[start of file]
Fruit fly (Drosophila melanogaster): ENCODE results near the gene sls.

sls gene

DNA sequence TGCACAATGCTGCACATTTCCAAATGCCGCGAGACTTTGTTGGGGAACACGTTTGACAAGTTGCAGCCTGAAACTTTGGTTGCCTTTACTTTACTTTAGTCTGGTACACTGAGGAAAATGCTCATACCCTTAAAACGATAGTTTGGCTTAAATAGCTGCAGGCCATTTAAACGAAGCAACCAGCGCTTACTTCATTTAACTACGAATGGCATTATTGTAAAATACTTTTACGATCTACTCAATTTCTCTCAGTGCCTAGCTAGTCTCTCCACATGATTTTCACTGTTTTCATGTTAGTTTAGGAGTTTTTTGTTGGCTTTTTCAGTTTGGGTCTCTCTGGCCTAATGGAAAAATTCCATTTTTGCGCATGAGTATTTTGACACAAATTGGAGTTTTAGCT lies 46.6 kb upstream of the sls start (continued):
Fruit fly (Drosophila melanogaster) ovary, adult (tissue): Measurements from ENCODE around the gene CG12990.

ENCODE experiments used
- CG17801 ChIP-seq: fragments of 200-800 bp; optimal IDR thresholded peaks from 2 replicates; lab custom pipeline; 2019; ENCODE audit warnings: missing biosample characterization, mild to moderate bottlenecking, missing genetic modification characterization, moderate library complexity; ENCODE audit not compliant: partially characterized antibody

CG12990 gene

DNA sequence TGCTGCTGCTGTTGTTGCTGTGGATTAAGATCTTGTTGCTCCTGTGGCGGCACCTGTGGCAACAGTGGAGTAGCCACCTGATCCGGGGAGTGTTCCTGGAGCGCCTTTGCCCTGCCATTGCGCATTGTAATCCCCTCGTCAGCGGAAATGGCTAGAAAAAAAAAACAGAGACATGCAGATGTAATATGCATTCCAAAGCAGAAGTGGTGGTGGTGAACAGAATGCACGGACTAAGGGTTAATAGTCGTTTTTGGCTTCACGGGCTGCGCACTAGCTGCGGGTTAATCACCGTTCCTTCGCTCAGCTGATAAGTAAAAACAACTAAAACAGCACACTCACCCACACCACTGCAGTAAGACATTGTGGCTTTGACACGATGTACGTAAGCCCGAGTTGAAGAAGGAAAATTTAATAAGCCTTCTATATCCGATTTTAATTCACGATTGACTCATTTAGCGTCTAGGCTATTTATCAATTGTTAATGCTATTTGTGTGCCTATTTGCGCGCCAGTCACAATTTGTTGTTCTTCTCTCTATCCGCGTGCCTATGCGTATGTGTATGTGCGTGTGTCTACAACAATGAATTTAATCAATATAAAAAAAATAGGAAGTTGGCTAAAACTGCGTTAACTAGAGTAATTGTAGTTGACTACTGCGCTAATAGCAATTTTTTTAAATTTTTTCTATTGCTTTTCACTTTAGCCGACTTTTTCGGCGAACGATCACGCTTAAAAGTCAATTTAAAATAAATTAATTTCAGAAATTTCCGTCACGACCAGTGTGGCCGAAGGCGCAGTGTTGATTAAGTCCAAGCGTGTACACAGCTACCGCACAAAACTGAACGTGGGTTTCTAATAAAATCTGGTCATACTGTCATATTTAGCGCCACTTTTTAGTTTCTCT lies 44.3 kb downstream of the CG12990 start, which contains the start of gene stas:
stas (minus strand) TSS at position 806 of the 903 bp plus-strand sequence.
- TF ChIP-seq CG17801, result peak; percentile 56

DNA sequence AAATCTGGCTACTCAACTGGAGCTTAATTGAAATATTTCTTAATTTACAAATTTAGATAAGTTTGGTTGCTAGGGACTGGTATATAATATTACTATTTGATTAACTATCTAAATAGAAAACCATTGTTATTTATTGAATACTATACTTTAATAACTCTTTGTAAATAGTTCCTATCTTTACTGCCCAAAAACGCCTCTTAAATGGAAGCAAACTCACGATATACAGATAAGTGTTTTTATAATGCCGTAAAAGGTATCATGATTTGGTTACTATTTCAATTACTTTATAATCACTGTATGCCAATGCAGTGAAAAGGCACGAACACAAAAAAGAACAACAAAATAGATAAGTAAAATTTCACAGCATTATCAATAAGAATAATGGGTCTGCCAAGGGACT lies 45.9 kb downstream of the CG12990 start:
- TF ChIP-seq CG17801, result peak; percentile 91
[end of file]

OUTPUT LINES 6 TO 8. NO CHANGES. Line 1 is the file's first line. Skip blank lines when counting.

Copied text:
- CG17801 ChIP-seq: fragments of 200-800 bp; optimal IDR thresholded peaks from 2 replicates; lab custom pipeline; 2019; ENCODE audit warnings: missing biosample characterization, mild to moderate bottlenecking, missing genetic modification characterization, moderate library complexity; ENCODE audit not compliant: partially characterized antibody

CG12990 gene

DNA sequence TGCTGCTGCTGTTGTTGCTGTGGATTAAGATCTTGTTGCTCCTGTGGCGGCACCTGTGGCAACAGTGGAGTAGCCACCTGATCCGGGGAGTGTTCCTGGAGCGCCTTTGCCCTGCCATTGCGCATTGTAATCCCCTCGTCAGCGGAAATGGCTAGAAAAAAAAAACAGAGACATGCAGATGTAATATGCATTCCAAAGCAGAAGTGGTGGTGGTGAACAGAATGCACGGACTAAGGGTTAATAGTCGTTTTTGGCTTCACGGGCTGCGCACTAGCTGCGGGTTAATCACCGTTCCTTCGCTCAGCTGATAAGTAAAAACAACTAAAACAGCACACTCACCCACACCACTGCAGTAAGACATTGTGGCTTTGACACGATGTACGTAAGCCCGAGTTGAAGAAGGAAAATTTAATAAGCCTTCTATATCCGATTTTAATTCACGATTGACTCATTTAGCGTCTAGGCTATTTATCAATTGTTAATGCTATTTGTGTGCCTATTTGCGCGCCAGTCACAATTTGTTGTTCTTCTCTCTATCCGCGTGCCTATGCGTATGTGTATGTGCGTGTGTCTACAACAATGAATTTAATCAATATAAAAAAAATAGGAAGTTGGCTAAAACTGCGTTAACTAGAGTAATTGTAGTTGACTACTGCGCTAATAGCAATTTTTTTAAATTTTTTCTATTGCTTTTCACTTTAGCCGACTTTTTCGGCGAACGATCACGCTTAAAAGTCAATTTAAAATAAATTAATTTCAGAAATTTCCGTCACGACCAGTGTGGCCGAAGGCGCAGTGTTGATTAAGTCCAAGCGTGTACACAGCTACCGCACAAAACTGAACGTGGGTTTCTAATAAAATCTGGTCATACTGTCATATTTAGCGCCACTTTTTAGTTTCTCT lies 44.3 kb downstream of the CG12990 start, which contains the start of gene stas: